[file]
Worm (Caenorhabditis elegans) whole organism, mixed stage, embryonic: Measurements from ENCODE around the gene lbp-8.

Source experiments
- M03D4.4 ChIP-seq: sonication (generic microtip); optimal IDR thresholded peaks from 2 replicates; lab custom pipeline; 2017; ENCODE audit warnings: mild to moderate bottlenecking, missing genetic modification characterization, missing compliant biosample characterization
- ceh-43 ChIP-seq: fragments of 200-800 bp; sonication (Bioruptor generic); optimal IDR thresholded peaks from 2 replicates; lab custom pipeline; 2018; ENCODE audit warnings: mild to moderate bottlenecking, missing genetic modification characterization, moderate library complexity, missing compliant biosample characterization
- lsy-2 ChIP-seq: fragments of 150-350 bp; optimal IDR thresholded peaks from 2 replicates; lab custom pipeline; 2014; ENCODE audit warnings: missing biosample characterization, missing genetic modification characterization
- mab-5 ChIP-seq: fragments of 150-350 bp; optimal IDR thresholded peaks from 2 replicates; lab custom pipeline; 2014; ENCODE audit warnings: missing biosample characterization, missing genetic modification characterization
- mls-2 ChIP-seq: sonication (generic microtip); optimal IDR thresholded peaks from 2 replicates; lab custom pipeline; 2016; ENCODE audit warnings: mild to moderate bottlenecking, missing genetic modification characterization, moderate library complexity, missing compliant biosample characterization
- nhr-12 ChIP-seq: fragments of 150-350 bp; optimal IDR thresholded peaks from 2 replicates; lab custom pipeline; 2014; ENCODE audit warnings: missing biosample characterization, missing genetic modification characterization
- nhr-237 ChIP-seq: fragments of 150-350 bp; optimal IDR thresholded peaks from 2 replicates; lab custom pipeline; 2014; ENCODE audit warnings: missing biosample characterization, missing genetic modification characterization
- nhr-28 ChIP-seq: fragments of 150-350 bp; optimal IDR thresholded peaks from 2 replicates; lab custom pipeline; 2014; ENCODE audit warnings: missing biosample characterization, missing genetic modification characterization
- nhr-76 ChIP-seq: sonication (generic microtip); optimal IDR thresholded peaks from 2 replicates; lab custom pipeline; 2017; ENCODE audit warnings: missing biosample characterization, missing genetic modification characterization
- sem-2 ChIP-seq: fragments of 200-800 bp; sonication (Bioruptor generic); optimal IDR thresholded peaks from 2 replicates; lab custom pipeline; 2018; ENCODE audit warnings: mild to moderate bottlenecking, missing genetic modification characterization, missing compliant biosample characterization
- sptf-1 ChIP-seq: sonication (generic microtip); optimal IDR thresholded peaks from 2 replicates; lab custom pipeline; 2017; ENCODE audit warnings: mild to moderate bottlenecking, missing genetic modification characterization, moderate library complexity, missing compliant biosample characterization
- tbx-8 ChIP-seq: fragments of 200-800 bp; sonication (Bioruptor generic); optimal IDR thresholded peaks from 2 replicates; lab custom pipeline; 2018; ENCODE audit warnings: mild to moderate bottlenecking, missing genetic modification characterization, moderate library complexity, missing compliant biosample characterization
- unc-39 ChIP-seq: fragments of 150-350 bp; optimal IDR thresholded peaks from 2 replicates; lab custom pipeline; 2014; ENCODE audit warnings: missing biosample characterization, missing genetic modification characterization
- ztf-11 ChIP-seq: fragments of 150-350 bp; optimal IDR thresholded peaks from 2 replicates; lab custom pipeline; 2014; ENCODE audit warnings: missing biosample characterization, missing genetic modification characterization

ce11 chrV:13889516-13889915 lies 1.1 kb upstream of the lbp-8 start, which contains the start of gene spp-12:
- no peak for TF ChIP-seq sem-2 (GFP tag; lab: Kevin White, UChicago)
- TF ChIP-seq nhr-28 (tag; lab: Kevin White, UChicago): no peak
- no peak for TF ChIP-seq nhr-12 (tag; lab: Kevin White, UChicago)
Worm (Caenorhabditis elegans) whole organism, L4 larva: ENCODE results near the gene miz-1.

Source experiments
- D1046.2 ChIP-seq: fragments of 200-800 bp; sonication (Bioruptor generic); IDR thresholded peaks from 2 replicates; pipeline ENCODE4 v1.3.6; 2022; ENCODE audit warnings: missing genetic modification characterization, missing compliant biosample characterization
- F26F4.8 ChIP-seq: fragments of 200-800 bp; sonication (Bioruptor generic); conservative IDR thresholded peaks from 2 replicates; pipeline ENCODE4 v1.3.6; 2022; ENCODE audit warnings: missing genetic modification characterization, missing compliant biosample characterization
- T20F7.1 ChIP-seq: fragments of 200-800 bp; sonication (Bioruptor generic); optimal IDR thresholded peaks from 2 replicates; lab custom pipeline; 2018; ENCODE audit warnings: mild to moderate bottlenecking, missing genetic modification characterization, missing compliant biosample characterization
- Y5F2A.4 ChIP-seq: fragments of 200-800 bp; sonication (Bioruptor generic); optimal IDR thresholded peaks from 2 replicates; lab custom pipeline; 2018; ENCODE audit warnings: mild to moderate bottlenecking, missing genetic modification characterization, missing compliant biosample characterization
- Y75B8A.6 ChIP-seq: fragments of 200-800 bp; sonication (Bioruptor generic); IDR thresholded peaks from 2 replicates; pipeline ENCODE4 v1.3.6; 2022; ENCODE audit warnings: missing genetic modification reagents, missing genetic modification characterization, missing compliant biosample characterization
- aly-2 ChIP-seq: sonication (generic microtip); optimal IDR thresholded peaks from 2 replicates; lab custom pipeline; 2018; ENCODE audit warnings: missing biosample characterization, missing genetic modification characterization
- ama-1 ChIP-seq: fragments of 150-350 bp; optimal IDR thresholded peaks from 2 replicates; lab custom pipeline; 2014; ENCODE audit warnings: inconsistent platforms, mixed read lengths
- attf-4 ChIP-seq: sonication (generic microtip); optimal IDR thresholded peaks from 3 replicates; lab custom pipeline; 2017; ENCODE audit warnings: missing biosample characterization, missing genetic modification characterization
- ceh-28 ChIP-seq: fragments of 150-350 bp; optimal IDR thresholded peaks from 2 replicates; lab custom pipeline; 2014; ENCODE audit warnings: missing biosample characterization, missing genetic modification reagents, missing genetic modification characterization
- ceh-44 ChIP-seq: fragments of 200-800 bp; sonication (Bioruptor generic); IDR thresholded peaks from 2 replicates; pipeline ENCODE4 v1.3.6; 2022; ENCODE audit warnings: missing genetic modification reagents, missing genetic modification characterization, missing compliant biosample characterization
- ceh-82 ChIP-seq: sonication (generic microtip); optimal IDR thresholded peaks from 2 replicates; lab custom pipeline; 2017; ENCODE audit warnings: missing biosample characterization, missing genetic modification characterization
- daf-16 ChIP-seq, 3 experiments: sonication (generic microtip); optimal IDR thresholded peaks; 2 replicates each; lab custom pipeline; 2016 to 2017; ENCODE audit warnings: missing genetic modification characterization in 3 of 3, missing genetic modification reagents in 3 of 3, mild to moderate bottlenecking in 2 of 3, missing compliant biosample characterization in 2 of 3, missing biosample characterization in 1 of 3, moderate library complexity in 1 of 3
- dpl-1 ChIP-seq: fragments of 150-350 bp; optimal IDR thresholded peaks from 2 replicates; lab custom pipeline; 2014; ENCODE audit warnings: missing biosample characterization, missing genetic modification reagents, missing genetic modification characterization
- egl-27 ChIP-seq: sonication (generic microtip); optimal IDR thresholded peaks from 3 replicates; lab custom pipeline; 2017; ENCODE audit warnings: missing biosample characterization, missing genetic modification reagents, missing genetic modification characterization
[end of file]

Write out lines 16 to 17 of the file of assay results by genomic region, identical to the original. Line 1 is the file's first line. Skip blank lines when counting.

- ztf-11 ChIP-seq: fragments of 150-350 bp; optimal IDR thresholded peaks from 2 replicates; lab custom pipeline; 2014; ENCODE audit warnings: missing biosample characterization, missing genetic modification characterization

ce11 chrV:13889516-13889915 lies 1.1 kb upstream of the lbp-8 start, which contains the start of gene spp-12: